14 comments:

Celeste Bergin said...

thanks for the discussion about selling from the blog. I have done it--but I can not bring myself to put the big pay pal button up. It just does not feel correct. I also appreciate what you wrote about facebook. Yes, they loove everything I post! haha. That is sort of true about blogger too. I am interested in if you will wind up liking wordpress and if so why. I'll check back!

jeff said...

I agree Stapleton, it's pretty hard to sell paintings from a blog.

The painters how do are few and far between and were among the first to do it. That said there are a lot of painters using social media to promote themselves and their work.
Facebook is one of them, although it is use more as advertising things like shows and workshops with links to blogs.

One person who does this well is the painter Marc Hanson who links to his blog from FB. Marc does a great job of documenting what he's doing. Right now he's painting at night with this contraption using a battery powered reading light that he figured out the right height to illuminate the canvas and palette without causing night blindness.


The best of the daily painters for me is Julian Merrow-Smith who has the good fortune of also living in Provence which is a great selling point. His blog is called Postcards from Provence. It also helps that he's one hell of a good painter.
The thing I like about his site is it's just the work and he has also does not use EBay.

mariandioguardi.com said...

There is no substitute for painting very good paintings. That's the given. Or as they say at MIT "there is no hocus pocus that takes the place of focus".

So whether you try to sell this way or that...don't loose the focus of painting to the best of your ability and to your high standards.

I write a simple blog ,once a week, mostly to keep my website more dynamic and updated. It's not a selling tool for me.

Molly said...

I just started a blog and I want to use it as a way to get to know other artists. When I am ready I will take my paintings to local galleries and try to sell from there. I don't plan on trying to sell from my blog.

I set up a twitter account too and I follow artists I like. Sometimes they follow me back. So I get page views and the only thing I would want beyond that is maybe some comments & critique on what I post.

I also like feeling like I am part of an artists network.

I think a blog is good to keep in touch (see Linda Blondheim for someone doing it well too) with your audience.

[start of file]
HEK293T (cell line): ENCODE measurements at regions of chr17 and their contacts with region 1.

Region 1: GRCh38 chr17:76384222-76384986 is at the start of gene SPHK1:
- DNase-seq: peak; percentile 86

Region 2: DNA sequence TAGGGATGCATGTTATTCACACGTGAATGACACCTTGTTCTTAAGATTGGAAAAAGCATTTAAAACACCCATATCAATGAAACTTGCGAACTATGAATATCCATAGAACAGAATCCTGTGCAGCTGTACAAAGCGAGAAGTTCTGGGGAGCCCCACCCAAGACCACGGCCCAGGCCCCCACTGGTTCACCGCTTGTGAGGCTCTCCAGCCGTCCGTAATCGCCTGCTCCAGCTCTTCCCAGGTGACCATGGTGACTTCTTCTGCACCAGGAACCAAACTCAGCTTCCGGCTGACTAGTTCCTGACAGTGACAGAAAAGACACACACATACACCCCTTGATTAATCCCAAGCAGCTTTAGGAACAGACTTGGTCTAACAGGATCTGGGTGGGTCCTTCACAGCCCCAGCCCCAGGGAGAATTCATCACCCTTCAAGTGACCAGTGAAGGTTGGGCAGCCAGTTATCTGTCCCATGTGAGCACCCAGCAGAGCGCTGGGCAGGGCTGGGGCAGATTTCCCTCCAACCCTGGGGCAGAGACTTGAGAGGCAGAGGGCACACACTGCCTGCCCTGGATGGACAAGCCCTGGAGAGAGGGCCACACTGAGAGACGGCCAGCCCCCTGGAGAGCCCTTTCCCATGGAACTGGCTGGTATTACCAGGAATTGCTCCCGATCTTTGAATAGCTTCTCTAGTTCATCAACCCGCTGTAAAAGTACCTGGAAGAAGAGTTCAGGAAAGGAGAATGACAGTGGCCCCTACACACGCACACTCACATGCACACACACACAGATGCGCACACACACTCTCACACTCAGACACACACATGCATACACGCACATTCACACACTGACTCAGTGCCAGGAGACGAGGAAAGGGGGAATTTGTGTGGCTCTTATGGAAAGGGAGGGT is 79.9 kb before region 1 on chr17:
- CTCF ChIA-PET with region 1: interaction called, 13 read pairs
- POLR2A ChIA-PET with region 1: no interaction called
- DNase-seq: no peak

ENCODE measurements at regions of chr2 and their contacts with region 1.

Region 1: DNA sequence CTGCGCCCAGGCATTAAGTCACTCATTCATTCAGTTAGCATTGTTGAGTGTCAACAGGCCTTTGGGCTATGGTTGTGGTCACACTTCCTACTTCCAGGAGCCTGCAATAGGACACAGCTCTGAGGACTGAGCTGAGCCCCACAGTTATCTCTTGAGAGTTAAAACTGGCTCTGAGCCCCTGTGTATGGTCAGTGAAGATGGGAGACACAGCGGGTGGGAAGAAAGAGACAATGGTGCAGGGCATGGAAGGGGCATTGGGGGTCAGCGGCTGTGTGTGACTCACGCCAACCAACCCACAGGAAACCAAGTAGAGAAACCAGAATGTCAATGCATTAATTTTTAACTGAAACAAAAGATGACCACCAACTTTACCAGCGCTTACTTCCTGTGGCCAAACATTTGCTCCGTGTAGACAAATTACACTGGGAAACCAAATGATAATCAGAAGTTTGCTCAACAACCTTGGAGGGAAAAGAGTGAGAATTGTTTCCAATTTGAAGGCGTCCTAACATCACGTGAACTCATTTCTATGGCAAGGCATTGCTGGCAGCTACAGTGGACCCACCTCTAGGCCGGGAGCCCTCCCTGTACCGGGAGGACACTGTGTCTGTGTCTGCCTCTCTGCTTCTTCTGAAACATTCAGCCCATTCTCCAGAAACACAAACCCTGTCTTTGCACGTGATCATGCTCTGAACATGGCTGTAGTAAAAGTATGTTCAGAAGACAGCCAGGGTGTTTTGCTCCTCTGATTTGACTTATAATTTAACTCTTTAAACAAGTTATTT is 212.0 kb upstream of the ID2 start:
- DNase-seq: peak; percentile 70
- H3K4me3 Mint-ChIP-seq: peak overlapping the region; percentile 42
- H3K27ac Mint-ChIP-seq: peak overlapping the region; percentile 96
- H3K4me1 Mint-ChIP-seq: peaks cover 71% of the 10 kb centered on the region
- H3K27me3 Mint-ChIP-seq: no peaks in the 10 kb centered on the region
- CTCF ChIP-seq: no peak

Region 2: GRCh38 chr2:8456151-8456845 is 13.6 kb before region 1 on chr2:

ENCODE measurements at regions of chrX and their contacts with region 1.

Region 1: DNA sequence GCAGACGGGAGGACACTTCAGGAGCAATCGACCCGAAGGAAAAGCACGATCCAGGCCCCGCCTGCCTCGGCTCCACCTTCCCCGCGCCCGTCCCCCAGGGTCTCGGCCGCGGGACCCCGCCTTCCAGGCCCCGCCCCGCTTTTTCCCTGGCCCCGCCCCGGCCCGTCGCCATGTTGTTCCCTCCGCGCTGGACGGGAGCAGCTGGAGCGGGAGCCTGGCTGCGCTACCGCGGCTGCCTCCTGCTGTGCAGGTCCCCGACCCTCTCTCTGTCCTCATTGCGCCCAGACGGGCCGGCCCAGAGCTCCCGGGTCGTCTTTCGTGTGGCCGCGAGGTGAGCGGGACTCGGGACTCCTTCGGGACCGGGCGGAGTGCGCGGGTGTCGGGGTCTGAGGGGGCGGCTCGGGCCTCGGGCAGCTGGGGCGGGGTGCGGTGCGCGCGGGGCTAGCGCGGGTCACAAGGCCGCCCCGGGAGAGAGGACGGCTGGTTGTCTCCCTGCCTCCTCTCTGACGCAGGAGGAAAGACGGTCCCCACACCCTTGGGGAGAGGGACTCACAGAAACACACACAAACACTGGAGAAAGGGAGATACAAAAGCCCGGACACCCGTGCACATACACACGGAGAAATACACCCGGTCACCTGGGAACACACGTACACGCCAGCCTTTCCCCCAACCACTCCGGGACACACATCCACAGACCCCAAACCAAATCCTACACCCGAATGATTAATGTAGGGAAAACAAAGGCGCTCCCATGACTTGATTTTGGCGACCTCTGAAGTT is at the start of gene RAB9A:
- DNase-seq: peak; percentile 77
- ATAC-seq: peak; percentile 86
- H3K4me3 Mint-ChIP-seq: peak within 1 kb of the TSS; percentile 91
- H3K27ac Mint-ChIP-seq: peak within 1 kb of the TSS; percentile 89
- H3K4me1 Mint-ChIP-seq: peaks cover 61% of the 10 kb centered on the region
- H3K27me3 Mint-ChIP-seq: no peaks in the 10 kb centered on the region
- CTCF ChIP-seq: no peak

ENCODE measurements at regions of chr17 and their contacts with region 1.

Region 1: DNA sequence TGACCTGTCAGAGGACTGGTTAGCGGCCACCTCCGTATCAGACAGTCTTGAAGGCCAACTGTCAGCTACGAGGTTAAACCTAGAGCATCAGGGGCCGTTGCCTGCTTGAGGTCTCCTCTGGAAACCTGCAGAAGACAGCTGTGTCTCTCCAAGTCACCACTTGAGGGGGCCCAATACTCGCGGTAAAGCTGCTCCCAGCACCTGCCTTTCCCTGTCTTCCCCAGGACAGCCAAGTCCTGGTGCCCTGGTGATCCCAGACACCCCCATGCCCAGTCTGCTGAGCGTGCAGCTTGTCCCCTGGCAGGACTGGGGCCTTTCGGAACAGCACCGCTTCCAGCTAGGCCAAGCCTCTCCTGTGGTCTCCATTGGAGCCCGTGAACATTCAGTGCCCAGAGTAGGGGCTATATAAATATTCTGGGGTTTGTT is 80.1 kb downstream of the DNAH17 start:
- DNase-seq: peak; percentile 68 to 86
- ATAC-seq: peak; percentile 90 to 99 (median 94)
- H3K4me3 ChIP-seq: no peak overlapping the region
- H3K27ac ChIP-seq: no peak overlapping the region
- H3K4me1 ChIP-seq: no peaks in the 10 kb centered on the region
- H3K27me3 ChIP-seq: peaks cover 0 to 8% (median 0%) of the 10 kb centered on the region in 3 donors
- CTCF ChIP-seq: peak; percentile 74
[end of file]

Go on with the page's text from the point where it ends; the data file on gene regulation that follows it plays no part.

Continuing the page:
I use posterous because it's easy to update and link with facebook and twitter.

I'm of two minds, on the one hand if I see an artist whose work I like, it's nice to know right away that I can't afford to buy a painting (ha). On the other hand I hate feeling like I'm being SOLD TO. If a blog is interesting and not just a storefront, I follow it.

Stape I know this blog is a lot of work for you but THANK YOU for all your wisdom & passing it along!!

kentuckyviews.posterous.com

billspaintingmn said...

I'm a blog hopper! I enjoy seeing new art,(paintings) from an ocean of people.
I can learn things, comment, or just browse.
There are so many artists I admire,
they have taken the front row of my entertainment.
So my aim with my blog would be to give back what I recieve, or at least try too.
In the end, being useful is the bottom line.
Now pick up that brush!

Mary said...

I'm the oil newbie - thank you for answering my question. It's the one piece of information I've not had answered in a workshop or found in books.

For the other, because I'm new at oils, I enjoy looking at blogs to see paintings. There just aren't that many galleries around where I live and they show a whole lot of acrylics. Not saying acrylics are bad but they're not oil which is what I want to see. I appreciate the time you take here - I've learned a LOT.

Carol Nelson said...

I started blogging in 2006. After joining an online gallery (DailyPainters.com) the readership of my blog and website really picked up.

I often give technique tips and sometimes show paintings in progress. Occasionally I post photos of my dogs, but I try to keep the posts art-related.

All this chatting gives collectors a sense that they KNOW me. It makes it easier for them to purchase an expensive painting they have only seen on their monitor (that still blows me away.) They know I'm not a scammer out to fleece them.

I greatly admire the vast knowledge you freely share with all of us, Stape. I've learned a lot from reading your blog. I try to be somewhat amusing on my blog, but you regularly have me laughing out loud.

Stapleton Kearns said...

Celeste;
I will let you know what I think of Wordpress.
......Stape

Stapleton Kearns said...

Jeff:
I don't think it works well for high ticket paintings.
..................Stape

Stapleton Kearns said...

Marian;
The blog thing can get WAY out of hand.
...............Stape

Stapleton Kearns said...

Molly;
Thankyou. I agree a painting that is just a storefront isn't very interesting. I want to learn something.
..............Stape

Stapleton Kearns said...

Bill;
Perhaps a good blog is one that is useful?
..............Stape

Stapleton Kearns said...

Mary;
Thanks. We all are in the learning process. It gets harder not easier, by the way.
................Stape

Stapleton Kearns said...

Carol;
Thank you. I like to know that people enjoy the blog.
..............Stape